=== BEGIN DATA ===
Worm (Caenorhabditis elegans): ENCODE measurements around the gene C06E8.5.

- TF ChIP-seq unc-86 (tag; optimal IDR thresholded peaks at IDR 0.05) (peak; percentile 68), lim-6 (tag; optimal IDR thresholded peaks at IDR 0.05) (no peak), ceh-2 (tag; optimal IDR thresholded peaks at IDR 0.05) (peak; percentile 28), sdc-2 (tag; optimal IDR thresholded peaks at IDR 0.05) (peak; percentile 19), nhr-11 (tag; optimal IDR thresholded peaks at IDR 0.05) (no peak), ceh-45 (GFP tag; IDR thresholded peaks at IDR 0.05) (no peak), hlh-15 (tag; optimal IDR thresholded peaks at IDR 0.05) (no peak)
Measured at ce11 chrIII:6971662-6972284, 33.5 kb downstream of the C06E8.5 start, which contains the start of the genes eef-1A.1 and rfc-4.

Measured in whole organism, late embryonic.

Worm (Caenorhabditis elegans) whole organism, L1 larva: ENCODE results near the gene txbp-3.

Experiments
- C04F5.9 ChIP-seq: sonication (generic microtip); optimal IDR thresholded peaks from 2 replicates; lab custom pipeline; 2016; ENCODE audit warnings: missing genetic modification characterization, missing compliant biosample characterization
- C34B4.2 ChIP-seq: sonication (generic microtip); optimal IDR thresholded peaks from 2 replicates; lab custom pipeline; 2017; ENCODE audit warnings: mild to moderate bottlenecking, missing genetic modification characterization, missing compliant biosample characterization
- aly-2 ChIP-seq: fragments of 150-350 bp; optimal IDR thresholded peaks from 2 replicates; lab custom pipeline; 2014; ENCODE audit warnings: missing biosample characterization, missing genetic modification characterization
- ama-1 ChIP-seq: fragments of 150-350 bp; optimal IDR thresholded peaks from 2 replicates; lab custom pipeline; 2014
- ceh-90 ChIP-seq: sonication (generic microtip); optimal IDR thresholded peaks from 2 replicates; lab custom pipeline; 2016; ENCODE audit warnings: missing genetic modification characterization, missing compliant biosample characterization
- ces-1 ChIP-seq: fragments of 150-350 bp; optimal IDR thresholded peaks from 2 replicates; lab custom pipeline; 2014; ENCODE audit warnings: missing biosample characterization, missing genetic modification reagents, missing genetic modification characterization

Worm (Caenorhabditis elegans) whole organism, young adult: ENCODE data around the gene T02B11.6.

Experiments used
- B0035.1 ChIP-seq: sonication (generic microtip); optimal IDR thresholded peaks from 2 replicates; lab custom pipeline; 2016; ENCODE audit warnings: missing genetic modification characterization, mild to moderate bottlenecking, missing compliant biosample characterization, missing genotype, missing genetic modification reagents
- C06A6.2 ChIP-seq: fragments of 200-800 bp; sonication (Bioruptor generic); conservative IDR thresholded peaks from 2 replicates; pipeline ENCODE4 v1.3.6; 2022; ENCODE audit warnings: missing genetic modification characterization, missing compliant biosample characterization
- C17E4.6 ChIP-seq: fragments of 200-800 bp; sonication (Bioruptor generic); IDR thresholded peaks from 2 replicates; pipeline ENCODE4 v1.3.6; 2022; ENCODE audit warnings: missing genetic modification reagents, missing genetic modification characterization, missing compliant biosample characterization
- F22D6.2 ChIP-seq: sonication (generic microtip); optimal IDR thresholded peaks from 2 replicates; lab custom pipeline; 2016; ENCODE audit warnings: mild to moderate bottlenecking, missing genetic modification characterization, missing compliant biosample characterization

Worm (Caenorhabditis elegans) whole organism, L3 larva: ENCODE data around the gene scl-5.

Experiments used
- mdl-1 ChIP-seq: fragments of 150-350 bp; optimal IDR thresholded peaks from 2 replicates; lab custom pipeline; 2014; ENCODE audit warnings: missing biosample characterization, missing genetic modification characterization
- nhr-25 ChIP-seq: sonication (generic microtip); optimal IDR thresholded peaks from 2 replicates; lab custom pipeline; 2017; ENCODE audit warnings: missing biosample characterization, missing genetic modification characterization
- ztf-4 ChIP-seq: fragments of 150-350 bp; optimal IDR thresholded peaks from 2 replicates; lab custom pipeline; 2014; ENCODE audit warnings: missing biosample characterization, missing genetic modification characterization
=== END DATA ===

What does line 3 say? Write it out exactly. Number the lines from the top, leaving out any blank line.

Measured at ce11 chrIII:6971662-6972284, 33.5 kb downstream of the C06E8.5 start, which contains the start of the genes eef-1A.1 and rfc-4.